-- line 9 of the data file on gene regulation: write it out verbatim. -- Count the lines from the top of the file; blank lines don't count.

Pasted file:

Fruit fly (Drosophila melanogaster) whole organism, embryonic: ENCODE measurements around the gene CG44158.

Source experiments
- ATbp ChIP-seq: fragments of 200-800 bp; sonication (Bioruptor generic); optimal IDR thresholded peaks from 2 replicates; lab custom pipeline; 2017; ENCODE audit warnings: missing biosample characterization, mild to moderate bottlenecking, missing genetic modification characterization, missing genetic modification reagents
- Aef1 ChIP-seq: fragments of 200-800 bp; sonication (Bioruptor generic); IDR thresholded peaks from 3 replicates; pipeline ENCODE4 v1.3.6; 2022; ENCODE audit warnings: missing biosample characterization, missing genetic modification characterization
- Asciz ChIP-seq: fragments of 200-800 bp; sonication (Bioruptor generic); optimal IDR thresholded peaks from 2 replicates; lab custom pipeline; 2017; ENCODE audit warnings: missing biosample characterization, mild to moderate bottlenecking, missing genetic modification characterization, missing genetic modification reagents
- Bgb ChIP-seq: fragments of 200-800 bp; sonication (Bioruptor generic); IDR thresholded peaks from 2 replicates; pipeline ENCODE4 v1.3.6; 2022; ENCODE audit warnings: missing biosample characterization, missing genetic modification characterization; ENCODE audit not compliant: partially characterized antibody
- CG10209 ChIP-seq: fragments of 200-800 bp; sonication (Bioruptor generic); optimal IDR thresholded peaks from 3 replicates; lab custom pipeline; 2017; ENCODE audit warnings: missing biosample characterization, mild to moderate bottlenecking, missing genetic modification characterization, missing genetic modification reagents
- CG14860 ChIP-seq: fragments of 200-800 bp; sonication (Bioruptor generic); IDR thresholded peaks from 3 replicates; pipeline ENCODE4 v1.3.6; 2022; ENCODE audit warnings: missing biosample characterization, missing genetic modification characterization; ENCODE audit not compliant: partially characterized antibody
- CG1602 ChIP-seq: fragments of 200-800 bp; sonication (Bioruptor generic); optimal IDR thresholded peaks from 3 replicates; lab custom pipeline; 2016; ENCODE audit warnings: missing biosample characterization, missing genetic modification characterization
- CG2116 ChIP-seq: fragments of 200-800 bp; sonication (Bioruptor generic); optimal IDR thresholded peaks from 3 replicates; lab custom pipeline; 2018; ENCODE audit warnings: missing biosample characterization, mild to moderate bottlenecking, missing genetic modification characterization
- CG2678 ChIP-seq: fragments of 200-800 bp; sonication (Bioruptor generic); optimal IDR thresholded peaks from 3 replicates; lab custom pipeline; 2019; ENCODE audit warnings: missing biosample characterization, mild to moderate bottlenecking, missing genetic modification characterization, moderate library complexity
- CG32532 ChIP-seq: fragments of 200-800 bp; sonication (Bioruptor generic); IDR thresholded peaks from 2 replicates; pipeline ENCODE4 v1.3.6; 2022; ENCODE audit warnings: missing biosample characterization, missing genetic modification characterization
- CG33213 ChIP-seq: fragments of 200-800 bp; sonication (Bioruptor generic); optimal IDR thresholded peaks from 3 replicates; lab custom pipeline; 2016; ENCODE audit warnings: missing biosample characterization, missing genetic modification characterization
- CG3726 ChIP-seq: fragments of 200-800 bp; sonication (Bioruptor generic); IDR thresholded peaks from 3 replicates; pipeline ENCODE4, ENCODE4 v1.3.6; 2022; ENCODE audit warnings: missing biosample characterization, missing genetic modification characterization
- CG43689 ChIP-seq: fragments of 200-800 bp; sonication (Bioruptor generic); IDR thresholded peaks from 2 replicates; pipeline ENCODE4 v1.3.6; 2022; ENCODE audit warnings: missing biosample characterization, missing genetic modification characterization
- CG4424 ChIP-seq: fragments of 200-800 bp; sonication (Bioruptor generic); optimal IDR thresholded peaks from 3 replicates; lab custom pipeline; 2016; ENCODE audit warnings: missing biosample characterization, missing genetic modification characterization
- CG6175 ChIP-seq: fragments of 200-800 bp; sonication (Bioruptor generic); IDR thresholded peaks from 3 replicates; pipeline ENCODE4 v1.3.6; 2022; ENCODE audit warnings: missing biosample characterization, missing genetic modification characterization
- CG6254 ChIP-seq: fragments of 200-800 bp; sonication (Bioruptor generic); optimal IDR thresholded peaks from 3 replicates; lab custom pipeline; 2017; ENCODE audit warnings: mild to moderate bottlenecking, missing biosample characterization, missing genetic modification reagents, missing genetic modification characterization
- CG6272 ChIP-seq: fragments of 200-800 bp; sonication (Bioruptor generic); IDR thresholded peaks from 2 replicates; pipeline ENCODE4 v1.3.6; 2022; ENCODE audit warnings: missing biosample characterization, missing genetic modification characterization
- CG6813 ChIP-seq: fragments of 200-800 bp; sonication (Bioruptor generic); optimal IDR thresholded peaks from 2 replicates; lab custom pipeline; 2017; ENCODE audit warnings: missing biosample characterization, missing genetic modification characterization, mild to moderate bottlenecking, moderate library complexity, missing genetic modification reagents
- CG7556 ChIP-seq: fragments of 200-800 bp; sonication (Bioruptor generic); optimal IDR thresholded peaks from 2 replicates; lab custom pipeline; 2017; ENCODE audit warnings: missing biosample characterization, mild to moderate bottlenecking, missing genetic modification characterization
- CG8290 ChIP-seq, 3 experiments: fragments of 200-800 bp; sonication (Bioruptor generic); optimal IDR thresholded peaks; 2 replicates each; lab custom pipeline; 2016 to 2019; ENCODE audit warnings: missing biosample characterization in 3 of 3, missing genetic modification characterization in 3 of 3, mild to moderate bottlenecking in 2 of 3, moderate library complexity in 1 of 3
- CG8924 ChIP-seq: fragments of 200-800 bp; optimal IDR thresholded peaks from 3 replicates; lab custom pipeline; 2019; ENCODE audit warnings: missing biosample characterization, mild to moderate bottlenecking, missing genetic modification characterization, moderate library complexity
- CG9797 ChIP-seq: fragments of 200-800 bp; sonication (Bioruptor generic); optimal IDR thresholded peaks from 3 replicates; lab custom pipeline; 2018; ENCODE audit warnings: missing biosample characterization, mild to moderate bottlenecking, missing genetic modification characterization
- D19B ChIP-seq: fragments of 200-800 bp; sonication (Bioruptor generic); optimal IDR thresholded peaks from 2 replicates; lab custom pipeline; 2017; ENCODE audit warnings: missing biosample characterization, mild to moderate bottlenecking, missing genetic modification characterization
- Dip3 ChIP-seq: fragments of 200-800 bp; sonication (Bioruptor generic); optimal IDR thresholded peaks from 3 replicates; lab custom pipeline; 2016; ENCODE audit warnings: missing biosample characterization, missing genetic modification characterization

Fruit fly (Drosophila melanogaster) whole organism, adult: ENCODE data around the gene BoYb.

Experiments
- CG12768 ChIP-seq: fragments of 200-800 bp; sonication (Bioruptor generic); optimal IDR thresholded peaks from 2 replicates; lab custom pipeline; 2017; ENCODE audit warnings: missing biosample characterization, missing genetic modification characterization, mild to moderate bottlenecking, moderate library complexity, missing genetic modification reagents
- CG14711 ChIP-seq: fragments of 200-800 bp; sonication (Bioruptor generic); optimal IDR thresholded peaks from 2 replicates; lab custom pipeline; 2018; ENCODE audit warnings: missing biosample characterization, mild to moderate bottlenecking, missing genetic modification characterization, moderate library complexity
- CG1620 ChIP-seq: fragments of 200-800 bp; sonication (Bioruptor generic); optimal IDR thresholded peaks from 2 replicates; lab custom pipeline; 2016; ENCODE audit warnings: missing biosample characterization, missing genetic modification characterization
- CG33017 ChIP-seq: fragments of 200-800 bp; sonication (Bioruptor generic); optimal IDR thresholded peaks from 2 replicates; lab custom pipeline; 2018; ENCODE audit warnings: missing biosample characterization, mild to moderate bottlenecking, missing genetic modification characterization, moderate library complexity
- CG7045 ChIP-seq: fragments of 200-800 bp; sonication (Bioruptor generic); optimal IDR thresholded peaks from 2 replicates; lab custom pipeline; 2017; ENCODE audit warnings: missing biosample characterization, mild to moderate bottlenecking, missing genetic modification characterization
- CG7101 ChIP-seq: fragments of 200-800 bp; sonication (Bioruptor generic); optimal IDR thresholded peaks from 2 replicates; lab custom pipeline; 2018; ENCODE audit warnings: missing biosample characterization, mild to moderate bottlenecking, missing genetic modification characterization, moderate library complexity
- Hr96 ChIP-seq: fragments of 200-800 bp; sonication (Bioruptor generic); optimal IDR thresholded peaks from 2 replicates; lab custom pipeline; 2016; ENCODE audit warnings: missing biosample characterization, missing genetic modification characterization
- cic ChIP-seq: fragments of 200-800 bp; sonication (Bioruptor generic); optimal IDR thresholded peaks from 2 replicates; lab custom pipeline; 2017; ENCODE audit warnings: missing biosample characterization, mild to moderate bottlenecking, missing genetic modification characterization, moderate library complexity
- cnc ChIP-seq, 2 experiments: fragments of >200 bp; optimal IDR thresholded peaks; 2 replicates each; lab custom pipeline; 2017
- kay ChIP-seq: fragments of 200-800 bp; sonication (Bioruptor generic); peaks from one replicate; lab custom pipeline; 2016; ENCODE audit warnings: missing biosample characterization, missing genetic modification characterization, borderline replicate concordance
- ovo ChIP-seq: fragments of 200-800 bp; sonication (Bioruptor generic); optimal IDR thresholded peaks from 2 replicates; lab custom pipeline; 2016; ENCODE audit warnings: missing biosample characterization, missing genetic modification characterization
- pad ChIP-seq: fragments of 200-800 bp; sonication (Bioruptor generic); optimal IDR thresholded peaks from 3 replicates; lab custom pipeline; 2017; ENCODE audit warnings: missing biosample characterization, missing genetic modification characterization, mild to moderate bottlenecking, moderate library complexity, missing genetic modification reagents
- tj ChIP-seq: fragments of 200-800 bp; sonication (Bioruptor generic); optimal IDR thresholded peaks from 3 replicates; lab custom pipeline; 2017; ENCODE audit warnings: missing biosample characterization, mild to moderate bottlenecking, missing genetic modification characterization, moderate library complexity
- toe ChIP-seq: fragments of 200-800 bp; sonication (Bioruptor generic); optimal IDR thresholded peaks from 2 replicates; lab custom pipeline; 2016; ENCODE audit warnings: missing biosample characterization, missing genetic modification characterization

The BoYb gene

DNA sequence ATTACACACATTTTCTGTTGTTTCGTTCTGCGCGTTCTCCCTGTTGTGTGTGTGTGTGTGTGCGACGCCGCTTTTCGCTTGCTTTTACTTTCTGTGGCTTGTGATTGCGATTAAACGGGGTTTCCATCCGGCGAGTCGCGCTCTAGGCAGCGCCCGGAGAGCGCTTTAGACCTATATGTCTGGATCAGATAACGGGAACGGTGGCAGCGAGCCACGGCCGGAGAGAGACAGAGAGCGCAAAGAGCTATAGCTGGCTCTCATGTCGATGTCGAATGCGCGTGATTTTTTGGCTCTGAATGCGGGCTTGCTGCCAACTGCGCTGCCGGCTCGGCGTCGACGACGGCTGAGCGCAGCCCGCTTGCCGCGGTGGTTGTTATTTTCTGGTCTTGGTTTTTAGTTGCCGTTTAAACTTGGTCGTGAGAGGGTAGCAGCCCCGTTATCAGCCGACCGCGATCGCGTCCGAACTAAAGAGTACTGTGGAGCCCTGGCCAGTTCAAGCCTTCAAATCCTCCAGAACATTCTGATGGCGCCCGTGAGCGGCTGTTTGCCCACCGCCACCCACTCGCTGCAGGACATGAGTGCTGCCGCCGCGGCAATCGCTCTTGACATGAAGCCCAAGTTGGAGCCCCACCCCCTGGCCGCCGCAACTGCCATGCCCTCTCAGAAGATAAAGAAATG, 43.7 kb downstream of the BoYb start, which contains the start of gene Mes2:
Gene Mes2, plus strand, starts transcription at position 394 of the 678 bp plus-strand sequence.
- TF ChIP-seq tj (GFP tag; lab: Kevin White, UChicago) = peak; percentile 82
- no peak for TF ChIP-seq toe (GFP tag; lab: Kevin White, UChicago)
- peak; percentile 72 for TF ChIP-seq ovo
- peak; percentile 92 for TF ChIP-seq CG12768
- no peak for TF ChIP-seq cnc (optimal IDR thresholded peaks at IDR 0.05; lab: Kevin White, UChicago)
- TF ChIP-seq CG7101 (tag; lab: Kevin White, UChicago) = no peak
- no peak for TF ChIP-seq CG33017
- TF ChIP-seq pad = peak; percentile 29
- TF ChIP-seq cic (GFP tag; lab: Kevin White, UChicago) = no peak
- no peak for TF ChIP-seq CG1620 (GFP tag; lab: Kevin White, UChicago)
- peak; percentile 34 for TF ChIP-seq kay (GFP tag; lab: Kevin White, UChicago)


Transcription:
- CG1602 ChIP-seq: fragments of 200-800 bp; sonication (Bioruptor generic); optimal IDR thresholded peaks from 3 replicates; lab custom pipeline; 2016; ENCODE audit warnings: missing biosample characterization, missing genetic modification characterization